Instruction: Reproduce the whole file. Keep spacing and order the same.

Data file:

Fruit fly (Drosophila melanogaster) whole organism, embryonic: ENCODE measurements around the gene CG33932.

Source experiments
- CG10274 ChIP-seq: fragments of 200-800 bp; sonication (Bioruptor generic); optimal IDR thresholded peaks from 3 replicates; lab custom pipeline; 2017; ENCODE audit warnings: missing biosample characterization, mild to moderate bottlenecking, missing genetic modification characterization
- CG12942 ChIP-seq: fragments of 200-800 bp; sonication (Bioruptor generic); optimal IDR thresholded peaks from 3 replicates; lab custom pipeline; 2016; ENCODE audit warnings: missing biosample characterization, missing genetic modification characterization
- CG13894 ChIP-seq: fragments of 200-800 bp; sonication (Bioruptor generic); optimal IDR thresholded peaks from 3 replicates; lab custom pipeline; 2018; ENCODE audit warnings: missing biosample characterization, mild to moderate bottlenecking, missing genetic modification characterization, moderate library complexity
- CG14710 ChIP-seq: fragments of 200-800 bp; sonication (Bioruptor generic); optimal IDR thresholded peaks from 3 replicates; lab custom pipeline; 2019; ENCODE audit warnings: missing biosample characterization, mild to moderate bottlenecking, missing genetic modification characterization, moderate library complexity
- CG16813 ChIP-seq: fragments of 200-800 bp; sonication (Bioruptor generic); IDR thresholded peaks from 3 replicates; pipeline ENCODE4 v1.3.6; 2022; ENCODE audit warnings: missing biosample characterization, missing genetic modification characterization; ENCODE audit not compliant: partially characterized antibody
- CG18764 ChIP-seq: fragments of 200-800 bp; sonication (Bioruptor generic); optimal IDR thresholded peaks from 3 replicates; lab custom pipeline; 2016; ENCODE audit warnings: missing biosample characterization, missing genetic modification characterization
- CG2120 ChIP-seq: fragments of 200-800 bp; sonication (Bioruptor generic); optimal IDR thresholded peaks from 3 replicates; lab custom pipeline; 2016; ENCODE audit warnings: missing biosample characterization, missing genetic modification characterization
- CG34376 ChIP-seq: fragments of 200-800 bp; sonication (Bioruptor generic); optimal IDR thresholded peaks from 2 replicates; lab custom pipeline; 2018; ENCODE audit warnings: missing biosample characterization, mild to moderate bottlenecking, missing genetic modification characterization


Fruit fly (Drosophila melanogaster) whole organism, embryonic: ENCODE measurements around the gene CG33932.

Source experiments
- CG10274 ChIP-seq: fragments of 200-800 bp; sonication (Bioruptor generic); optimal IDR thresholded peaks from 3 replicates; lab custom pipeline; 2017; ENCODE audit warnings: missing biosample characterization, mild to moderate bottlenecking, missing genetic modification characterization
- CG12942 ChIP-seq: fragments of 200-800 bp; sonication (Bioruptor generic); optimal IDR thresholded peaks from 3 replicates; lab custom pipeline; 2016; ENCODE audit warnings: missing biosample characterization, missing genetic modification characterization
- CG13894 ChIP-seq: fragments of 200-800 bp; sonication (Bioruptor generic); optimal IDR thresholded peaks from 3 replicates; lab custom pipeline; 2018; ENCODE audit warnings: missing biosample characterization, mild to moderate bottlenecking, missing genetic modification characterization, moderate library complexity
- CG14710 ChIP-seq: fragments of 200-800 bp; sonication (Bioruptor generic); optimal IDR thresholded peaks from 3 replicates; lab custom pipeline; 2019; ENCODE audit warnings: missing biosample characterization, mild to moderate bottlenecking, missing genetic modification characterization, moderate library complexity
- CG16813 ChIP-seq: fragments of 200-800 bp; sonication (Bioruptor generic); IDR thresholded peaks from 3 replicates; pipeline ENCODE4 v1.3.6; 2022; ENCODE audit warnings: missing biosample characterization, missing genetic modification characterization; ENCODE audit not compliant: partially characterized antibody
- CG18764 ChIP-seq: fragments of 200-800 bp; sonication (Bioruptor generic); optimal IDR thresholded peaks from 3 replicates; lab custom pipeline; 2016; ENCODE audit warnings: missing biosample characterization, missing genetic modification characterization
- CG2120 ChIP-seq: fragments of 200-800 bp; sonication (Bioruptor generic); optimal IDR thresholded peaks from 3 replicates; lab custom pipeline; 2016; ENCODE audit warnings: missing biosample characterization, missing genetic modification characterization
- CG34376 ChIP-seq: fragments of 200-800 bp; sonication (Bioruptor generic); optimal IDR thresholded peaks from 2 replicates; lab custom pipeline; 2018; ENCODE audit warnings: missing biosample characterization, mild to moderate bottlenecking, missing genetic modification characterization